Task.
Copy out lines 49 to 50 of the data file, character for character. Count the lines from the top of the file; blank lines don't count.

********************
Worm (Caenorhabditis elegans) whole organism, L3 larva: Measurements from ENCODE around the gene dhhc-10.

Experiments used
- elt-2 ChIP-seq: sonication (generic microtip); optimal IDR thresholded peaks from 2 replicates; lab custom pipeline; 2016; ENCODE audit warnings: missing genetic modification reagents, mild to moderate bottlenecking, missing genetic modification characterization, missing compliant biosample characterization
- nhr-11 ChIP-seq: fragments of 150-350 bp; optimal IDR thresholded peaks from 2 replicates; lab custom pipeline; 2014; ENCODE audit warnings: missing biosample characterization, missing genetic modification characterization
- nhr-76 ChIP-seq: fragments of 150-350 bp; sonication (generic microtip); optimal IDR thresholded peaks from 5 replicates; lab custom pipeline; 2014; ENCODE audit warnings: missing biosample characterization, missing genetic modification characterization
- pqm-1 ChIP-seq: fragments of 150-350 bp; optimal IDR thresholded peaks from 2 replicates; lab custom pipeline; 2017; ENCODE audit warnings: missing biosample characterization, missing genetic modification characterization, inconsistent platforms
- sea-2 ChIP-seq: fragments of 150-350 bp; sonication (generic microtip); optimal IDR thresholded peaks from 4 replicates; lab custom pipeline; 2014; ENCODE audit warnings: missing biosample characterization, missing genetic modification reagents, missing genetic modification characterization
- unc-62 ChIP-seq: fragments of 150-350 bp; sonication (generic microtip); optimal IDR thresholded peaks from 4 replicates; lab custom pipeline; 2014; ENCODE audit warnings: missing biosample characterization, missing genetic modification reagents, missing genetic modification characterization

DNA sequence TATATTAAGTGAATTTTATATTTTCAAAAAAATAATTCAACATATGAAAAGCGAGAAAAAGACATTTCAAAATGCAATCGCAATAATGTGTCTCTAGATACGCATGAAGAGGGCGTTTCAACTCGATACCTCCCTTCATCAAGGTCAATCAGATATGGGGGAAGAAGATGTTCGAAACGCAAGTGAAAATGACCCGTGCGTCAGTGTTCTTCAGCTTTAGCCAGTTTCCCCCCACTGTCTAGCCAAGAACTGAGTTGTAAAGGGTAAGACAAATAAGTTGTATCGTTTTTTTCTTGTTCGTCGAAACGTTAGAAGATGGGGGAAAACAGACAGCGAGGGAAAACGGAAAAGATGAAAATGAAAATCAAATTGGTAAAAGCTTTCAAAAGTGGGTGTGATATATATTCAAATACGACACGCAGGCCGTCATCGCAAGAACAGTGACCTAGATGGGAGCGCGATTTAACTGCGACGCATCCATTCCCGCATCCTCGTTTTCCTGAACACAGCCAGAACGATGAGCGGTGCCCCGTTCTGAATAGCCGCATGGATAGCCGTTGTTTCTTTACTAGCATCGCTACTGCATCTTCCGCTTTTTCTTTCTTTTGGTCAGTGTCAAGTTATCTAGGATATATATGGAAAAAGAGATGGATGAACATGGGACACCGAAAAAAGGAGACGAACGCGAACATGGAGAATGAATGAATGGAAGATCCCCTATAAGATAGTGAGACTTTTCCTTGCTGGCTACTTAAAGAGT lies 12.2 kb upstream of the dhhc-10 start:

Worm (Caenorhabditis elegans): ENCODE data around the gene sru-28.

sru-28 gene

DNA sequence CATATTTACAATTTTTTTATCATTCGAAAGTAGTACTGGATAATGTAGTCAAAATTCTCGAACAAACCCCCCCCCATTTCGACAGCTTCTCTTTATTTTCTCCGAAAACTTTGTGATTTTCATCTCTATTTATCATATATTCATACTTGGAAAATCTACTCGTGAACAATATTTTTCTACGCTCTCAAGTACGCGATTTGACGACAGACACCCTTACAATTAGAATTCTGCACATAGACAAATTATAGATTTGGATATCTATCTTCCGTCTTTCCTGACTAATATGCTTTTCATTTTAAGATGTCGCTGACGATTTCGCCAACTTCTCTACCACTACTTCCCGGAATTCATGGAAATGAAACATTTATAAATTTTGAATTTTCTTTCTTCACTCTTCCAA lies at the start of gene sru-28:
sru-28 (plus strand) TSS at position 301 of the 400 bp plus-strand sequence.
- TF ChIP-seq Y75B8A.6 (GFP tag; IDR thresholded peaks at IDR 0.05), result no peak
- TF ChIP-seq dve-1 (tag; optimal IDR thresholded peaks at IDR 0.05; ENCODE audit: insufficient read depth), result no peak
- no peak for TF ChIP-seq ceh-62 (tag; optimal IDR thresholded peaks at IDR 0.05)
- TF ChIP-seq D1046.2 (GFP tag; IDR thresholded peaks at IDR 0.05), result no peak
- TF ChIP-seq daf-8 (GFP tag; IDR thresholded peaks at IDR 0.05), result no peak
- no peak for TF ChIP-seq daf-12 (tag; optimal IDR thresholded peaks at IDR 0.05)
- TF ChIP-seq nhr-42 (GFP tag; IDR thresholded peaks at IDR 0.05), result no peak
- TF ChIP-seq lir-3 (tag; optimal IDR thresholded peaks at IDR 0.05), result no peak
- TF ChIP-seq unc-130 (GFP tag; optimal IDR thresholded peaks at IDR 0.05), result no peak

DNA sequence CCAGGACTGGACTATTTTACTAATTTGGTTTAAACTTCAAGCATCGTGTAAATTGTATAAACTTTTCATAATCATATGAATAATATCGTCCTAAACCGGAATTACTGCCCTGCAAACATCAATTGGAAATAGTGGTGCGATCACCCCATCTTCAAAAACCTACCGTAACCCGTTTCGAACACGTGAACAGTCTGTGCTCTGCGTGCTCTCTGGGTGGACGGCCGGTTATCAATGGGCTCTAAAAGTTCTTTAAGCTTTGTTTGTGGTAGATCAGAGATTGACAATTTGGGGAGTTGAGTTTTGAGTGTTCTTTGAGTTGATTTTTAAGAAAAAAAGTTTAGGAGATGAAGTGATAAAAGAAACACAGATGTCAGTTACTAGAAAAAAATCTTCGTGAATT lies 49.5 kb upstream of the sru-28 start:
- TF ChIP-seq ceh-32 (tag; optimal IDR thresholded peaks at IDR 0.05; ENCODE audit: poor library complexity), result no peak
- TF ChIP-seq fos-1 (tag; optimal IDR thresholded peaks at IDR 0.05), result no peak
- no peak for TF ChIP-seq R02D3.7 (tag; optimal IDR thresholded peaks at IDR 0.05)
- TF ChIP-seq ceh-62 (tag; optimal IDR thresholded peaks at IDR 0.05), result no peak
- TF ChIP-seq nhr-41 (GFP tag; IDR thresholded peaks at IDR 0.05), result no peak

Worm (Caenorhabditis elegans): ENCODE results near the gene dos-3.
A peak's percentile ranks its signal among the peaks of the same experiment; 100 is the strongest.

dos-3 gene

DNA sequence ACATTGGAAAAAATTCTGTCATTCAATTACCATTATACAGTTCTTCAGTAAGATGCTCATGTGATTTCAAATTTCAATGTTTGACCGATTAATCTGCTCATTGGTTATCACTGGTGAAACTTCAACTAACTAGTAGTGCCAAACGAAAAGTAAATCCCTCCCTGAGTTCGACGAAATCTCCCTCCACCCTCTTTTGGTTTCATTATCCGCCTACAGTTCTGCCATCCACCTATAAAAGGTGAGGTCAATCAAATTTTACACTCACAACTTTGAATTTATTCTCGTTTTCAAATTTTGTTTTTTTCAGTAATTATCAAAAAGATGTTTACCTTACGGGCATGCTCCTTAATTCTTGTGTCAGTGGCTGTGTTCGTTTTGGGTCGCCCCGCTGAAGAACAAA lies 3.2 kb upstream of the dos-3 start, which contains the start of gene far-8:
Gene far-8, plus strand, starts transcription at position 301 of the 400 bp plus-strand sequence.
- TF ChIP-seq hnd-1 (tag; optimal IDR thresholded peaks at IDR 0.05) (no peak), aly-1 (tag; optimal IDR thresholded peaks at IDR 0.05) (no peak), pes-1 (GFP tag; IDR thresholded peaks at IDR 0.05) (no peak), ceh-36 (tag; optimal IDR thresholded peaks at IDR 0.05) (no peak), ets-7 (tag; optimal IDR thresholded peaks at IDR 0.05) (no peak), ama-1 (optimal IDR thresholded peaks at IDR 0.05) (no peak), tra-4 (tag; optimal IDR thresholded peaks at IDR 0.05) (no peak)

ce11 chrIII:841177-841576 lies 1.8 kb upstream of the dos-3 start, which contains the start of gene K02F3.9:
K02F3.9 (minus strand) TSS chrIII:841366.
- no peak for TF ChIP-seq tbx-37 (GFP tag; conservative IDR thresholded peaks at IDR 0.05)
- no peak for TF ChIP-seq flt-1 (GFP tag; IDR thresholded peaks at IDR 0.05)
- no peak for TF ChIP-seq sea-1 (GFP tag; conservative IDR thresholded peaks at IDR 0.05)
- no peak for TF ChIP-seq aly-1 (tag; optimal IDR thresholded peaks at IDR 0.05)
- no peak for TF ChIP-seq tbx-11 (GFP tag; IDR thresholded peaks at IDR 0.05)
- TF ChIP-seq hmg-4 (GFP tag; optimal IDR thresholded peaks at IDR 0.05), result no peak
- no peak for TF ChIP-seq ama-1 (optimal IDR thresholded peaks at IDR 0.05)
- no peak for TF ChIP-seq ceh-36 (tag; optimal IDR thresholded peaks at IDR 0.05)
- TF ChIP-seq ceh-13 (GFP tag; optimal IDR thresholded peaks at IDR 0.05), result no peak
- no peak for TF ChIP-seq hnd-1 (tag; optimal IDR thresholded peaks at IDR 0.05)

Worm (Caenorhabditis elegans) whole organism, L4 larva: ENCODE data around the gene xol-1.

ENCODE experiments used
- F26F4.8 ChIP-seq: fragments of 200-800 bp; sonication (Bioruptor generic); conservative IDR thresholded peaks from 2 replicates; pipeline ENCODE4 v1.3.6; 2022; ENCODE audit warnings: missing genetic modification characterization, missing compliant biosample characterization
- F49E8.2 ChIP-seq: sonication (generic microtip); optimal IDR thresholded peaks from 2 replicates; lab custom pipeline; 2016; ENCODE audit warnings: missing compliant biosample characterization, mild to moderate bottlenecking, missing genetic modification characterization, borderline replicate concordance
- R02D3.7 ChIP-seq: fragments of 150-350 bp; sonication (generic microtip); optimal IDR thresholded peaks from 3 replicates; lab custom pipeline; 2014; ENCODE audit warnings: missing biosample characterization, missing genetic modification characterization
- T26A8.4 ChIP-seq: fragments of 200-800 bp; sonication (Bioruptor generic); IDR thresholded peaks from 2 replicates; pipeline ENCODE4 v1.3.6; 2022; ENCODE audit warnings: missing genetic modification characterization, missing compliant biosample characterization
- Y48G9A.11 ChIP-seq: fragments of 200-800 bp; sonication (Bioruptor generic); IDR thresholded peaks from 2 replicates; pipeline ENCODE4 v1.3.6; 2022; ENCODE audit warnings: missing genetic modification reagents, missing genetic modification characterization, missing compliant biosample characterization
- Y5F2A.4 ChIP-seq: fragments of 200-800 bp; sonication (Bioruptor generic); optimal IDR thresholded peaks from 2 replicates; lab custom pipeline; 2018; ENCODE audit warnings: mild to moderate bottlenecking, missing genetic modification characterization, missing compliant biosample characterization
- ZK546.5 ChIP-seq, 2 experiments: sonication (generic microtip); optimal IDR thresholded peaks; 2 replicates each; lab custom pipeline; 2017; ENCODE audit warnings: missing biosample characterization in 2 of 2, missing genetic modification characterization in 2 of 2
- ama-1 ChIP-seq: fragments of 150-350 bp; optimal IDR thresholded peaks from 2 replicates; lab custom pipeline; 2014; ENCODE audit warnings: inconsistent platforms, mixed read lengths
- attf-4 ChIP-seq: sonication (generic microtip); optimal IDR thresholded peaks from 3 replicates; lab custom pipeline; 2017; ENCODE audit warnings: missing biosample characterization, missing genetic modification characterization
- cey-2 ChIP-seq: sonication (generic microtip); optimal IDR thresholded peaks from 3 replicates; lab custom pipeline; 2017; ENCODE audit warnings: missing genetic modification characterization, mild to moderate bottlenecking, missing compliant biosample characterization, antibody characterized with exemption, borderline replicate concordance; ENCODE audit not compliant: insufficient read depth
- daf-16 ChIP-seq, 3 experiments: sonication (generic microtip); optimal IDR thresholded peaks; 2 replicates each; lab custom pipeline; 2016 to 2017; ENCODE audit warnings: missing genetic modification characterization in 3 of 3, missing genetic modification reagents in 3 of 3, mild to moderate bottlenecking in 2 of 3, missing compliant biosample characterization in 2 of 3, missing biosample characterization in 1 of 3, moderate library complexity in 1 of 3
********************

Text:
- F26F4.8 ChIP-seq: fragments of 200-800 bp; sonication (Bioruptor generic); conservative IDR thresholded peaks from 2 replicates; pipeline ENCODE4 v1.3.6; 2022; ENCODE audit warnings: missing genetic modification characterization, missing compliant biosample characterization
- F49E8.2 ChIP-seq: sonication (generic microtip); optimal IDR thresholded peaks from 2 replicates; lab custom pipeline; 2016; ENCODE audit warnings: missing compliant biosample characterization, mild to moderate bottlenecking, missing genetic modification characterization, borderline replicate concordance